One Family Meal


Posted 11.4.2012

Posted 11.4.2012

When I was living in Boston in my early twenties, I thought pulled pork was created by some frat boy looking for an excuse to be disgusting.  To me, it was on par with eating a Big Mac, or a cheese pizza covered in ranch dressing.  My male friends would order pulled pork sandwiches from the local BBQ take-out counter on Sundays, and eat them while watching football.  They were usually drunk and so it usually spilled everywhere, leaving them with sticky cheeks and greasy brown stains that snaked down the fronts of their shirts.

Ordering pulled pork from a Boston BBQ joint, come to find out, is like ordering a filet mignon from Applebee’s.  At its worst, the sandwich bun is a soggy grease trap for fatty, tough chunks of pork, bound together with BBQ sauce that is thick as jelly and tooth-achingly sweet.

It wasn’t until I spent some time cooking in North Carolina, that I realized I had completely missed the boat on pulled pork.   Sure, pork shoulder is a fatty piece of meat, but if trimmed well and slowly braised, the remaining fat melts out and you are left with velvety hunks of tender pork.  The North Carolinians favor a vinegar base for their sauce, whereas Texans go with something a little sweeter.  I’ve been tinkering with a recipe, and I think mine falls somewhere in between.

I’ve been working on this recipe over the last few brisk Sunday afternoons, while one kid is napping and the other is watching football with her dad, grandparents, cousins, and whoever else decides to stop by.  The oven keeps my kitchen cozy for the entire afternoon and all I have to do is throw it in and go about the rest of my business, checking on the meat every hour or so, for about four hours total.

In the past, I may have watched the game with my family instead of working on this recipe.  You, dear readers, should thank the Patriots for having such a slow (read: sucky) start to the season.  Otherwise, you may not have gotten this recipe at all.  If you live in the Boston area, and are as doubtful about eating pulled pork as I was, try this – I promise it will change your mind!

pulled pork and slaw sandwiches 2

Pulled Pork Sandwiches
Print Recipe
Adapted from Eating Well
Serves 12

I like serving the shredded pork mounded on a soft roll, topped with a crunchy vinegar- or mayo-based slaw, a little extra BBQ sauce, and a pickle on the side, just like they do it in North Carolina. Now, if only I knew how to make hush puppies…

Don’t be intimidated by the long ingredient list. The hardest part is finding everything you need. Once you’ve got everything out, it’s easy to measure it and throw it into the oven.

Ingredients:
  1. 1 tablespoon extra virgin olive oil
  2. 1 large red or yellow onion, diced small
  3. 1 tablespoon + 1 teaspoon chili powder
  4. 1 tablespoon + 1 teaspoon cumin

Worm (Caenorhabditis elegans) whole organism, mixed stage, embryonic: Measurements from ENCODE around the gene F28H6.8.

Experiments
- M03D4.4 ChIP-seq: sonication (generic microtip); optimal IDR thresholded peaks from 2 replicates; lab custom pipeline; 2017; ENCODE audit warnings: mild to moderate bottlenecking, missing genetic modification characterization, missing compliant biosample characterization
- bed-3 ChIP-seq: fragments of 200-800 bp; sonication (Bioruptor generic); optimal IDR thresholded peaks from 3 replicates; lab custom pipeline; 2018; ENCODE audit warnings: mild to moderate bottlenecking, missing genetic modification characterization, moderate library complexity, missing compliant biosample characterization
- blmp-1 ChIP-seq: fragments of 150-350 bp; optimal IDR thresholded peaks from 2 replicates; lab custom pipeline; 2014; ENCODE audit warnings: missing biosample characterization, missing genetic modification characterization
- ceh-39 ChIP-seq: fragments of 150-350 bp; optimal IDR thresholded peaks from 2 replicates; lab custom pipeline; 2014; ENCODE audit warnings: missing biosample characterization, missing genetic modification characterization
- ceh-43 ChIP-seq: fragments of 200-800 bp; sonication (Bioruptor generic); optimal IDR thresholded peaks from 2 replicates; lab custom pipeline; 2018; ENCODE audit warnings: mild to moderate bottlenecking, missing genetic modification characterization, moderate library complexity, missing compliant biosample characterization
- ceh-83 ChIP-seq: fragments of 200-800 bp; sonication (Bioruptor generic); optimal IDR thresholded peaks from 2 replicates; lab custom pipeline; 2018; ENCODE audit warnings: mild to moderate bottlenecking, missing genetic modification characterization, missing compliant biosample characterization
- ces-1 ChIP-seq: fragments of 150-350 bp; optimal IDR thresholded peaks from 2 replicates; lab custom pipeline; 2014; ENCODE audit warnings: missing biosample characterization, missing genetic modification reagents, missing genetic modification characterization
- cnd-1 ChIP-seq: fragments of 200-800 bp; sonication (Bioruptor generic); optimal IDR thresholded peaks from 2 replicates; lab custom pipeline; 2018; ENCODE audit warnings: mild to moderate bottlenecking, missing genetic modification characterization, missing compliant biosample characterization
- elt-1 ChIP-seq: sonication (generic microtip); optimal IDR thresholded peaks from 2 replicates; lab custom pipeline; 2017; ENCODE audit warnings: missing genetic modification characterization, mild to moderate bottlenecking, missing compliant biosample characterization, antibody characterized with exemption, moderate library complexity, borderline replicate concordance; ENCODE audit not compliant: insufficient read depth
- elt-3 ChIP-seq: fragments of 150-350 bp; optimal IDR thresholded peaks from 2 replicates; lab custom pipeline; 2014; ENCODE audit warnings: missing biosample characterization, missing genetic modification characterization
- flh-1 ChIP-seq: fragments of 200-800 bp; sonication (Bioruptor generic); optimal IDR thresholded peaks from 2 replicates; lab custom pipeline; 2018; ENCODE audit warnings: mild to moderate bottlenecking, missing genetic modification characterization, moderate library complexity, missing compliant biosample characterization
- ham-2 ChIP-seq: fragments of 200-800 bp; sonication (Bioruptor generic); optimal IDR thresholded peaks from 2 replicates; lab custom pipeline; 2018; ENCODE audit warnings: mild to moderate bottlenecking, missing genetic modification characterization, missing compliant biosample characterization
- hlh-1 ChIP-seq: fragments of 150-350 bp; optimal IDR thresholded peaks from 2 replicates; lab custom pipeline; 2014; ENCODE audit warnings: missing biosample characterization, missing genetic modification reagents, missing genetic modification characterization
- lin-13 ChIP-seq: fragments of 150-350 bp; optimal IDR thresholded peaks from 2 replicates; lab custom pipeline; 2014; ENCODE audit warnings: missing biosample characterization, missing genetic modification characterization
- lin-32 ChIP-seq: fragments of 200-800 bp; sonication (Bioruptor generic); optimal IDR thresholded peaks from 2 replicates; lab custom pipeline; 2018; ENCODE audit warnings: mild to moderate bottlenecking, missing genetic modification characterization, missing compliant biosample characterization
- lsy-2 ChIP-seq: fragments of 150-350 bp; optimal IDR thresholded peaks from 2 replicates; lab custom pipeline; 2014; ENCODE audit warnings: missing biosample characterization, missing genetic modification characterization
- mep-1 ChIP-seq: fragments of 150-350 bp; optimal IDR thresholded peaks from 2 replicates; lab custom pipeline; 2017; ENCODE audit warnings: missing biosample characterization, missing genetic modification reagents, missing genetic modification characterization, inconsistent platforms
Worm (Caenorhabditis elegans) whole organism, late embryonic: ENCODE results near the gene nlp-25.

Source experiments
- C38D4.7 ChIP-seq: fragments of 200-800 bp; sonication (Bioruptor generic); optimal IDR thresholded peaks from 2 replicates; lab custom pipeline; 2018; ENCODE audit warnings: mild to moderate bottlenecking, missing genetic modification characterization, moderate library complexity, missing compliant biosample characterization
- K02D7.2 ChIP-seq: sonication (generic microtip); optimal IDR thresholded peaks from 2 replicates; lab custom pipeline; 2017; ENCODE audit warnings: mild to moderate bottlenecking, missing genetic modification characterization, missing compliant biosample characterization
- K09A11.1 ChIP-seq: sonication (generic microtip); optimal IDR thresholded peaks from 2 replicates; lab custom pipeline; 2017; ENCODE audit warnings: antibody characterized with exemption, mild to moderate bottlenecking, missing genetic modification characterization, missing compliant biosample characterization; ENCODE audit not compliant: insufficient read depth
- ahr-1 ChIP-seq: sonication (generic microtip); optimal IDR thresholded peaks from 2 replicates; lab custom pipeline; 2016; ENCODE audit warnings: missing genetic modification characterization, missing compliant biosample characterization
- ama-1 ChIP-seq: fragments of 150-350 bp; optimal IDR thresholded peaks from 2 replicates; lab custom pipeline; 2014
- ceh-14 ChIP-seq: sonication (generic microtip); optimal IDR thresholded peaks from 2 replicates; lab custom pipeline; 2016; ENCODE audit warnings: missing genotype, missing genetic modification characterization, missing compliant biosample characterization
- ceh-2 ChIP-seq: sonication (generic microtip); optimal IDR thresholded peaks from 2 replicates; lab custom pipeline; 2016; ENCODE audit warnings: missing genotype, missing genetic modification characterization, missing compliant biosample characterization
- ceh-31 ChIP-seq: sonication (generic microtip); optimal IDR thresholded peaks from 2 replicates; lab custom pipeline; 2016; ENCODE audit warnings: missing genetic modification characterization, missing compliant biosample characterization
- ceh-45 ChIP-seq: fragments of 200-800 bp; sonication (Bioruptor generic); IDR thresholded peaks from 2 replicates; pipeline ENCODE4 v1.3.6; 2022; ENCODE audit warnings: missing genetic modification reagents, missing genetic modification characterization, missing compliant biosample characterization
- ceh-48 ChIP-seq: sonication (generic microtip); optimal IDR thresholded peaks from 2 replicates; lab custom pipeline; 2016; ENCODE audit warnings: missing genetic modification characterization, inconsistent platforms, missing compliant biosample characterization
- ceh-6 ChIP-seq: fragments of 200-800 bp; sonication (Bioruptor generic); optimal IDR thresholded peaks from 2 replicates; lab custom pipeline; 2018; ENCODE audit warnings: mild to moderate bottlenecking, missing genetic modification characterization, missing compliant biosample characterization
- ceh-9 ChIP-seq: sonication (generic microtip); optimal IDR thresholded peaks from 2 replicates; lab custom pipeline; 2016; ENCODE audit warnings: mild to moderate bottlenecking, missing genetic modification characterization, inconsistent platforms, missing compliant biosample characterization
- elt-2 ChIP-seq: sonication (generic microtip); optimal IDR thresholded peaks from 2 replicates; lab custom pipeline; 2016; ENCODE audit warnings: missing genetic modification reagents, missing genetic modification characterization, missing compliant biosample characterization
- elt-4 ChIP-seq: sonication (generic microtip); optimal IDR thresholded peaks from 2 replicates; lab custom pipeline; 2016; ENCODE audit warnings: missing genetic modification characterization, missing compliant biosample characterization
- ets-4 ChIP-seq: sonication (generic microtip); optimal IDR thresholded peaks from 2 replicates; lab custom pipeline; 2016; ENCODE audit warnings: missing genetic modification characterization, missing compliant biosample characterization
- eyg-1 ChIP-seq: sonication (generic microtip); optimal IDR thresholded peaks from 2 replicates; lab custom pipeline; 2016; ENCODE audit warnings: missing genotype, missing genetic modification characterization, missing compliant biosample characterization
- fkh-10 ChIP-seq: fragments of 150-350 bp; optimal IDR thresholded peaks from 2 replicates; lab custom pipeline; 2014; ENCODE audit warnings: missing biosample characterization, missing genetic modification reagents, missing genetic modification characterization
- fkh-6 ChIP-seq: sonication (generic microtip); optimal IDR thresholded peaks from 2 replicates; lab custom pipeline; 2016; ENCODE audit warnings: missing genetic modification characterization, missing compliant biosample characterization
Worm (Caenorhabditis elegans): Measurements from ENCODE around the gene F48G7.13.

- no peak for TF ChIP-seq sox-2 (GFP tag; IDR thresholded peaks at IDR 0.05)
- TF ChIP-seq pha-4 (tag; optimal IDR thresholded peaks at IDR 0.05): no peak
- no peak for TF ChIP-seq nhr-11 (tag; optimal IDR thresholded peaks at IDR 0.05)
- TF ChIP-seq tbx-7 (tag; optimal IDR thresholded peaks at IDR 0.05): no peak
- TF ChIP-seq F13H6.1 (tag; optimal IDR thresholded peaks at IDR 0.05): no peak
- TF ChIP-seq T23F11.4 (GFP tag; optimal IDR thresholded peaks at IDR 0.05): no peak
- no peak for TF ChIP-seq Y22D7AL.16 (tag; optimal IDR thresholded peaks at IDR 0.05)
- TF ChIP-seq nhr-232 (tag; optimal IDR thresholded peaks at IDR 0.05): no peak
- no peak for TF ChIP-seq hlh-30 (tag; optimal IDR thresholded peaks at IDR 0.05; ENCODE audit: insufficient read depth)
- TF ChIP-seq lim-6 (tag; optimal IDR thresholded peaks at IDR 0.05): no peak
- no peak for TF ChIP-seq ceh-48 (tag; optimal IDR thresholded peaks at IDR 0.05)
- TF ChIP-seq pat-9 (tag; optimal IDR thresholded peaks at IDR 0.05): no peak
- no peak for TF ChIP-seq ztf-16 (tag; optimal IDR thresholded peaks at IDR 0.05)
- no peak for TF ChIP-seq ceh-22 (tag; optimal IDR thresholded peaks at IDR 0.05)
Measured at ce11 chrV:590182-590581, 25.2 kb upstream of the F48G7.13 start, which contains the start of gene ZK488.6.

5. 1 teaspoon coriander
  6. 1 teaspoon oregano
  7. 12 ounces beer (a lager like Sam Adams works well)
  8. ½ cup ketchup
  9. ½ cup rice vinegar
  10. 2 tablespoons brown sugar
  11. 1 tablespoons Dijon mustard
  12. 1 tablespoon + 1 teaspoon adobo sauce from a can of chiles in adobo
  13. 4 to 5 pound boneless boston butt (also called picnic shoulder)
  14. Salt and pepper
  15. ½ cup unsalted chicken stock
  16. Rolls, cole slaw, pickles – for serving
Instructions:
  1. Take the pork out of the refrigerator about an hour before cooking (so it comes up to room temperature) and salt it liberally on all sides.
  2. Preheat the oven to 300 degrees.
  3. Sauté the onions in the olive oil in a six quart Dutch oven over medium heat for about 10 minutes, or until translucent.
  4. Add the spices and the beer and stir, allowing it to simmer for about three minutes to allow the alcohol to burn off.
  5. Add the ketchup, vinegar, sugar, mustard, adobo sauce, and chicken stock and bring to a simmer, whisking to combine.
  6. Add the pork, fatty side up.  This allows the fat to melt into the meat as it cooks - kind of like natural basting - and makes it more flavorful.  Spoon sauce liberally over the top and bring it back up to a simmer.  (This step is really important.  If you put the pan in the oven before bringing the sauce back up to a simmer, the liquid will never get hot enough to cook the pork properly).
  7. Cover the pork directly with a piece of parchment or foil and then cover with the lid.  This concentrates the steam and cooks the meat more evenly.
  8. Place in the oven and cook for an hour and a half.  Remove from the oven, flip the pork, and spoon sauce over the top again, working quickly so as not to lose too much heat.  Cook for another hour and a half.  Remove the lid, turn the pork again and this time return to the oven uncovered.  Cook for one hour.
  9. Remove the pork from the braising liquid and let cool about 1o minutes.  While waiting, skim most of the visible fat from the top of the braising liquid and return the pot to the stovetop, bringing the liquid to a boil over medium heat.
  10. Reduce the liquid until thickened, about ten minutes.  Shred the pork with two forks and add it back to the sauce, tossing gently to combine.  Don’t over-stir the pork or you’ll lose all the velvety chunks and it will become stringy.
  11. Serve immediately in rolls with slaw and pickles.  You can also make this ahead of time, let cool, refrigerate, and reheat for up to three days.  This recipe definitely tastes as good, if not better, after it sits.  If you have any leftovers, I like to serve them in BBQ pulled pork burritos or as a filling for empanadas.
Adapted from Eating Well
One Family Meal http://www.1familymeal.com/

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